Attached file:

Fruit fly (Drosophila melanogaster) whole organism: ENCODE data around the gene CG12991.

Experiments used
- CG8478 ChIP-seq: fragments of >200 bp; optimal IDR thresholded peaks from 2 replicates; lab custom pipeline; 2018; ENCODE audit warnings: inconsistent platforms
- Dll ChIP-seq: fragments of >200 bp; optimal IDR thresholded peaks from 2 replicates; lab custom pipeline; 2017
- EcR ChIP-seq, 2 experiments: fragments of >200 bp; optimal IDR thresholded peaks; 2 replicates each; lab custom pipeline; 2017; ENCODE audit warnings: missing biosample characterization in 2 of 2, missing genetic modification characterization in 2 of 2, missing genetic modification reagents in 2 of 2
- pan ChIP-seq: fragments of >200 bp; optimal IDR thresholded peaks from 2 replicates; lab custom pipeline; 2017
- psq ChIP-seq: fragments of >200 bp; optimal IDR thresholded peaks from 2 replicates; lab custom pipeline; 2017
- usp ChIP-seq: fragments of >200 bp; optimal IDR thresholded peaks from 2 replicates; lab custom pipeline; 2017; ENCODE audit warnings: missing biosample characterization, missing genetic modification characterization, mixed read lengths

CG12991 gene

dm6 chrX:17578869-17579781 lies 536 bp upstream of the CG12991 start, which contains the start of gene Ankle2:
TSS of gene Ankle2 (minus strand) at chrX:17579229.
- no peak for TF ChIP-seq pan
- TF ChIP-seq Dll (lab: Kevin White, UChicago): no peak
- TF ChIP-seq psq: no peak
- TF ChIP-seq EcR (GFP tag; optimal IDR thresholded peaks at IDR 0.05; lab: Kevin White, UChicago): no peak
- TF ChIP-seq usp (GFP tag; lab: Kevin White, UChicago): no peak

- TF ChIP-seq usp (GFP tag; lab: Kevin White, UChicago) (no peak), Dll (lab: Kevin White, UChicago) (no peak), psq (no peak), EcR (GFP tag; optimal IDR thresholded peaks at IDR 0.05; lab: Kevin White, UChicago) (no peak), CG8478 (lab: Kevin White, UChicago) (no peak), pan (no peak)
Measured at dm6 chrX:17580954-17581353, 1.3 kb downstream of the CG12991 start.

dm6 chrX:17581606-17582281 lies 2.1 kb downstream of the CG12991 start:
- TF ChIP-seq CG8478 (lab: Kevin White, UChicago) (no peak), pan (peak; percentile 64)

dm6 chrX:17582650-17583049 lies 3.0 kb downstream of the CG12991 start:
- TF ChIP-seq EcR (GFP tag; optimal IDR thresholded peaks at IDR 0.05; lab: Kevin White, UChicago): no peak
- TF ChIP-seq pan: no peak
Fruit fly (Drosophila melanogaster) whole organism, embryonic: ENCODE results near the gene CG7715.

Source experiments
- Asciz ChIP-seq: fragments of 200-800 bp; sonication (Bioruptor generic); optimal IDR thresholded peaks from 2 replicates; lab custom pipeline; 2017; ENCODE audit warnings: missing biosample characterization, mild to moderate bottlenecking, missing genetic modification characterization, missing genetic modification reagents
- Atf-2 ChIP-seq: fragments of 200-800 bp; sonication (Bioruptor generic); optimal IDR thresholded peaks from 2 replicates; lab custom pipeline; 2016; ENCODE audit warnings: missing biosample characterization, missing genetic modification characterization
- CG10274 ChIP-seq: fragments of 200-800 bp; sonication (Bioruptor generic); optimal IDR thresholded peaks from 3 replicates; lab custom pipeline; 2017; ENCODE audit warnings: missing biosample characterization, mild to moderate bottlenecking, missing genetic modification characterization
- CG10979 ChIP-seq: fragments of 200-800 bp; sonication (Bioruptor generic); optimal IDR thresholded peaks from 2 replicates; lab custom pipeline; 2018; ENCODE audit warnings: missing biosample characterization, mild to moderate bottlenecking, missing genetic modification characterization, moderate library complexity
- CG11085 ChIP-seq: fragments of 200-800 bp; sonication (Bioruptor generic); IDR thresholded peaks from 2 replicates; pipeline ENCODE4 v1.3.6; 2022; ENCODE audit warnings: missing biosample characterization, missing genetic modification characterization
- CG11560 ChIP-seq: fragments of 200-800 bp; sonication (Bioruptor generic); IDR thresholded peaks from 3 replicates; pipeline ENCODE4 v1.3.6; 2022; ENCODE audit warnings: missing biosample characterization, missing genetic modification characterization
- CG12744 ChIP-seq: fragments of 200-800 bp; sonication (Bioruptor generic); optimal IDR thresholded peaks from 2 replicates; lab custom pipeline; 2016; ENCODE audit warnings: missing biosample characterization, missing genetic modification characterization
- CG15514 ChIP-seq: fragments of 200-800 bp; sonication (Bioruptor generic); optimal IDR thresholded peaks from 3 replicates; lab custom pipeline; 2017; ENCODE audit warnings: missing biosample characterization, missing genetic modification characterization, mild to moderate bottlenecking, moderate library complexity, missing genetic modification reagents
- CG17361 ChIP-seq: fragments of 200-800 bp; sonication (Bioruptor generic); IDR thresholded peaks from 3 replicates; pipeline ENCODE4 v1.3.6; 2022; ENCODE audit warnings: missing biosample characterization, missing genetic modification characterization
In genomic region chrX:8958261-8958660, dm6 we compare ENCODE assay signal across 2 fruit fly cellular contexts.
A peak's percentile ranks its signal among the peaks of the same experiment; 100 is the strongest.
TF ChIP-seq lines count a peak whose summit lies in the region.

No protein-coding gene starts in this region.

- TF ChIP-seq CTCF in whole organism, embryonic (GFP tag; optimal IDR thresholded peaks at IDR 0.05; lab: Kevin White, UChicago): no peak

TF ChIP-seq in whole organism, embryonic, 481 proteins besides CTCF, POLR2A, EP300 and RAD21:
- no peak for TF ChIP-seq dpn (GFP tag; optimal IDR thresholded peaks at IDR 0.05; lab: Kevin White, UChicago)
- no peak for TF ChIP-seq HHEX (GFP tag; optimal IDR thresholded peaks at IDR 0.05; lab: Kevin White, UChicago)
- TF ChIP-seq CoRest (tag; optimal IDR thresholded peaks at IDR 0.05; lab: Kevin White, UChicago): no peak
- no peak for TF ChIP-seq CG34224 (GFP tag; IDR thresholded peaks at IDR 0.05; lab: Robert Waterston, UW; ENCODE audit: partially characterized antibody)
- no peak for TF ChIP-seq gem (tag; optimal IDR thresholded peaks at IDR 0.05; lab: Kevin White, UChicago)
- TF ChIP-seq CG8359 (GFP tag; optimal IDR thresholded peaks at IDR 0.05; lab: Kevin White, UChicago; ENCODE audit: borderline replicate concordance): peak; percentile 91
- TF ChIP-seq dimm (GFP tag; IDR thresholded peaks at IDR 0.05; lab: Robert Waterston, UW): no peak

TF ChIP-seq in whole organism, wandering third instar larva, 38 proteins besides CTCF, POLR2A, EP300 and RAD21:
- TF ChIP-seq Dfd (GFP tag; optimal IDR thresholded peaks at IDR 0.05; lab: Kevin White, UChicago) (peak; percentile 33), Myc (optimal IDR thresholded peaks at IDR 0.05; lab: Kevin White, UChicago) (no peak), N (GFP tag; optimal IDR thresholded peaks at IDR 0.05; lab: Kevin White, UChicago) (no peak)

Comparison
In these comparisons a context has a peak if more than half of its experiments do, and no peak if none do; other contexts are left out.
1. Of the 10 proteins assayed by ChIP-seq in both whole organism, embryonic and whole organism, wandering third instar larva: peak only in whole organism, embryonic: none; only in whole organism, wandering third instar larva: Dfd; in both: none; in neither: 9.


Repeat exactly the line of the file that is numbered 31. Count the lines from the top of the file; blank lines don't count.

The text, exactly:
- CG11560 ChIP-seq: fragments of 200-800 bp; sonication (Bioruptor generic); IDR thresholded peaks from 3 replicates; pipeline ENCODE4 v1.3.6; 2022; ENCODE audit warnings: missing biosample characterization, missing genetic modification characterization